We need to normalize not being a passionate CS guru. You can be good at your job and not have passion for it. You don't have to dedicate your life to your career in every facet.

I don't expect plumbers to sit around their house all day during their free time hooking up water lines. Why is it expected that I'm always reading some dev book or learning some new framework or reading some tech blog?

I do other shit, and that's fine. My job earns me a paycheck and I'll improve on the clock, and when I walk out at the end of the day I leave that shit there.

At most I might converse with you informally about tech but I'm not going to spend my little free time going to meetups and pretending like I care more than I do. If you do that's great, but I'm not you and that's fuckin fine too.

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    You don't apply programming concepts to every single thing you do in real life?

    You heretic!
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    I find your lack of dedication disturbing. Nah jk. Sure if it the interest doesnt come on its own then its just wasted time. Still, find your guru thing.
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    Totally relatable. On the other hand, the people who are really good are mostly those who do all that shit. But not to make a career - it's genuine interest because they made a job out of their passion.
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    @Fast-Nop yeah that's fine, I totally expect the top developers in the world to be such because it's in their soul. But I think that's too extreme for your average programmer, or even someone who is just regular old good. I think it should be encouraged to just be good at what you do without dumping all your attribute points into career you know? Lol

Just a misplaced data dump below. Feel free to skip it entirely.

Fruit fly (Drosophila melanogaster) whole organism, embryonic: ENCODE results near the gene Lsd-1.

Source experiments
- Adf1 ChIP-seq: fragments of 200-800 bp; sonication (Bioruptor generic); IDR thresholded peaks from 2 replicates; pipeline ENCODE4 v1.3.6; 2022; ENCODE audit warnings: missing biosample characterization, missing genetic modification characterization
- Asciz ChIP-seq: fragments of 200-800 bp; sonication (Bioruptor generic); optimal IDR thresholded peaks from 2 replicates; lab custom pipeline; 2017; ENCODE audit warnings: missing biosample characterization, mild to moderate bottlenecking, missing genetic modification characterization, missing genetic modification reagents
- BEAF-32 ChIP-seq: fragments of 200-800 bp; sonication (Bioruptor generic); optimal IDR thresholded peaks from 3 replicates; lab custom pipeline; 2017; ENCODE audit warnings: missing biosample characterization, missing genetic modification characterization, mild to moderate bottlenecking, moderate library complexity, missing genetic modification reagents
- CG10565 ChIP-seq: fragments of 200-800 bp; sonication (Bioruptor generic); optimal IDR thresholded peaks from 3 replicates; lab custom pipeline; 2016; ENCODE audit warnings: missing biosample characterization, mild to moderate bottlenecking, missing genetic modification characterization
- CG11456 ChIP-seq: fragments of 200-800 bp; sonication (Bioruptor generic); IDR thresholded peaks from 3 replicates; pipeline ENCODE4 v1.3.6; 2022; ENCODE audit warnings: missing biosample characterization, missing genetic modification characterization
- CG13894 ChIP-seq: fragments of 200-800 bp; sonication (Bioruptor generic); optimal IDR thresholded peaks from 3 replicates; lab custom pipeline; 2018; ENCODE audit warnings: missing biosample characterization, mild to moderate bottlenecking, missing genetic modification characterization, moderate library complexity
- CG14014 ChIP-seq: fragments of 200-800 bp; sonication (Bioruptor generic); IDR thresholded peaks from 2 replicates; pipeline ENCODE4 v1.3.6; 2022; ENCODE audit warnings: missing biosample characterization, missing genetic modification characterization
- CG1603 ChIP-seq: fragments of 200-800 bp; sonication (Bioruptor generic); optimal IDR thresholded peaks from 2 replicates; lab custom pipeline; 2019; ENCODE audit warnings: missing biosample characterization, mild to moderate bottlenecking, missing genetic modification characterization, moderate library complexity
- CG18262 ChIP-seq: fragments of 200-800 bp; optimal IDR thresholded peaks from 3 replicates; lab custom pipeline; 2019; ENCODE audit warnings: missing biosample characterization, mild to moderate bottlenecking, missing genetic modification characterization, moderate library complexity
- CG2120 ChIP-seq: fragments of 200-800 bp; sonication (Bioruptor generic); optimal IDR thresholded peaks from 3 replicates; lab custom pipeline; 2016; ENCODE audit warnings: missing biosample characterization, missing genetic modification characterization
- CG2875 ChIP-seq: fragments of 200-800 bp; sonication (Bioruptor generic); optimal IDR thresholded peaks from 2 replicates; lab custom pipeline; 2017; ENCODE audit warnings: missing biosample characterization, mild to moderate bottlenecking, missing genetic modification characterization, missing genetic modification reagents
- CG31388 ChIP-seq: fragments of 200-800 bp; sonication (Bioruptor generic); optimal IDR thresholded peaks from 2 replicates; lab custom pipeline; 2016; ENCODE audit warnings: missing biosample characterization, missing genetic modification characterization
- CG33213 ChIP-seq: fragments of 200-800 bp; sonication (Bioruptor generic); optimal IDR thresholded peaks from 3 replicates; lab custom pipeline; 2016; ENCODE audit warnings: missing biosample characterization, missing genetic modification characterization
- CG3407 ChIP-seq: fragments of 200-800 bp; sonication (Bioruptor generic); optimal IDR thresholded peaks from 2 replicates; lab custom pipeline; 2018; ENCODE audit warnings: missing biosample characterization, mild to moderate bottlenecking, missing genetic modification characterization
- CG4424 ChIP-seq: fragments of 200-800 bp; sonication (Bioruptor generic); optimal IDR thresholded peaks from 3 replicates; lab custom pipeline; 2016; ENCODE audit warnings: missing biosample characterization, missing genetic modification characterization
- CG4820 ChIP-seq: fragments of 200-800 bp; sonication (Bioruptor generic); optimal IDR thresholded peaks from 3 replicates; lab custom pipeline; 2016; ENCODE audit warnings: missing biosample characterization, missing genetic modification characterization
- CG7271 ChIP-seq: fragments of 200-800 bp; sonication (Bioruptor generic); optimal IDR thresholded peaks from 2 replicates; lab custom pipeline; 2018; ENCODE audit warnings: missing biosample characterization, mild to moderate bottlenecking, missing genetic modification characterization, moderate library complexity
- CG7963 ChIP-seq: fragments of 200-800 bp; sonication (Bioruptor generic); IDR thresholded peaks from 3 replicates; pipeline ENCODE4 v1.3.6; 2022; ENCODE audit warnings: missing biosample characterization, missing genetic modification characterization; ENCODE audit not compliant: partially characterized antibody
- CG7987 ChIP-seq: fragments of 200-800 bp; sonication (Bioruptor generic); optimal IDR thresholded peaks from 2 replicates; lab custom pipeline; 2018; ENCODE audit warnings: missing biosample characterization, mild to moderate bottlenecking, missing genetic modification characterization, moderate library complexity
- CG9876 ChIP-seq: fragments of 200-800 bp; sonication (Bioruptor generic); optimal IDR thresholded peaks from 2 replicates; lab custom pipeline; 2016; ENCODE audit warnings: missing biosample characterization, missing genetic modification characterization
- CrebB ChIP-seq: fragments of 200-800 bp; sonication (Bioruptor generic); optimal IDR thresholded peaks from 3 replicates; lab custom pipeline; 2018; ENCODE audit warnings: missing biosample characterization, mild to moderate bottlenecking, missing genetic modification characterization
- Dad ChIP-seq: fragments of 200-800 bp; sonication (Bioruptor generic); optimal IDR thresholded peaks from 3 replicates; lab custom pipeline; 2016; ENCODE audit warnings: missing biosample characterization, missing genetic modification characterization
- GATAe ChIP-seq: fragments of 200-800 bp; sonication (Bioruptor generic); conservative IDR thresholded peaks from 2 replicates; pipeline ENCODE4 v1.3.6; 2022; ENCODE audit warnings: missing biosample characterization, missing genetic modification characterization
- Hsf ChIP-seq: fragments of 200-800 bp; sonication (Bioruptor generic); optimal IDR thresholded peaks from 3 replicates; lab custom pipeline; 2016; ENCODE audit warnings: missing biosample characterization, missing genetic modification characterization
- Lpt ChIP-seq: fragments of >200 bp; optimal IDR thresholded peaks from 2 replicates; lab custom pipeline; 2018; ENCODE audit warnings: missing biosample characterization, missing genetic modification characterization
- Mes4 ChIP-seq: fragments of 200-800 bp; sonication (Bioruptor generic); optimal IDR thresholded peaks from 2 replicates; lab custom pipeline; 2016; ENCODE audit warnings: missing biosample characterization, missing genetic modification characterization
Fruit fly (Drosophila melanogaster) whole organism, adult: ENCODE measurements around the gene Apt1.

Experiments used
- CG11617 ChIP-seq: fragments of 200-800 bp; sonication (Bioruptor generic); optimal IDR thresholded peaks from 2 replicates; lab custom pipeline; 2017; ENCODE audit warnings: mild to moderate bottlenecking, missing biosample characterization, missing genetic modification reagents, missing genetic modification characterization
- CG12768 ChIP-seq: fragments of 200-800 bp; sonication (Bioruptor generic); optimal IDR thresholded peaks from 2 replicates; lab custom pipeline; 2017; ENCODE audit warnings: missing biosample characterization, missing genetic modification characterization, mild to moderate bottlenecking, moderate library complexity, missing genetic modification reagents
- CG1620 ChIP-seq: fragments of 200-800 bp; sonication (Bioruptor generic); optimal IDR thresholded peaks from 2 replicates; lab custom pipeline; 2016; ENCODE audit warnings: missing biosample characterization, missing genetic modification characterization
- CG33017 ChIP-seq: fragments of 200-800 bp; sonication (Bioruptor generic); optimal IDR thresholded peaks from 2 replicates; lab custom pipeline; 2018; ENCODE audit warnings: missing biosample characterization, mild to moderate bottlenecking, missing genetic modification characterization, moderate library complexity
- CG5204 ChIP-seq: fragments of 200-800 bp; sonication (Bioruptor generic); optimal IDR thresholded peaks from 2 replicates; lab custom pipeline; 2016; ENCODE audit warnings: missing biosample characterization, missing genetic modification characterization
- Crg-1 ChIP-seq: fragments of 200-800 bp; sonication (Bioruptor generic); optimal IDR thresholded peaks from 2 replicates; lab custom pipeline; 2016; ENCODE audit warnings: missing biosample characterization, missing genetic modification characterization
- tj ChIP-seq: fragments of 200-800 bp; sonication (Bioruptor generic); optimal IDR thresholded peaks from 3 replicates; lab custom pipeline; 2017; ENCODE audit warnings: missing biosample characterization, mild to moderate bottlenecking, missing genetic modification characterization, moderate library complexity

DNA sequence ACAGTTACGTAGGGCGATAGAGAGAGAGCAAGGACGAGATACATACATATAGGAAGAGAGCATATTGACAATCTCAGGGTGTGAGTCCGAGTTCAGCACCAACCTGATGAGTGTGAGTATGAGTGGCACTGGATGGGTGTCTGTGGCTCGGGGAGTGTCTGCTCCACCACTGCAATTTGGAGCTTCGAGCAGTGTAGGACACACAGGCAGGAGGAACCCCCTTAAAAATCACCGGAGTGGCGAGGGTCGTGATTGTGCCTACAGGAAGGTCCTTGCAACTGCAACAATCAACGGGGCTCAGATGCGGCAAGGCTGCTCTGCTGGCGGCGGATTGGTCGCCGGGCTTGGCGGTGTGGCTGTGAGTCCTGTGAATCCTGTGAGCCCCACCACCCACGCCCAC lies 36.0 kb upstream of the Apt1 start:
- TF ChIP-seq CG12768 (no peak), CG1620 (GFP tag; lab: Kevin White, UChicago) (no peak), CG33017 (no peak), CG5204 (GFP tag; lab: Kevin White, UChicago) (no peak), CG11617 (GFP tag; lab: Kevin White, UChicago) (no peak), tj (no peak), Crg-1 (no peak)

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    @Crazed I think it's a relationship of supply, demand and price. Other factors being equal, a "just good" dev is worth less money because he has less to offer.
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    Yeah, a top-tier dev probably does all that stuff.

    However, most companies probably do not really need top-tier devs. I feel that's a massive oversight in our industry - deciders make tech choices based on what's hip at the moment, not on what is really required, to pull off that really hip stuff you need more competent coders than would be needed to solve your actual problem, and this will create a much more complex architecture than neccessary. This will in turn increase the burden on deployment and maintenance.

    And at the end of the day, most companies seem to be unwilling to really fork out the cash to hire just the top-tier coders required for such architecture (plus there's not an endless supply of top-tier coders). So most projects end up with sky high aspirations and maybe (when lucky) some top-tier coders that are constantly frustrated because mid-tier developers merely fumble around in the code to the best of their abilities.

    Whatever happened to KISS?
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    But do you enjoy your job?
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    @Hazarth eh. I enjoy the pay and working with intelligent and talented people, and improving my skills. But formal devwork / business requirement are more of a necessary evil.
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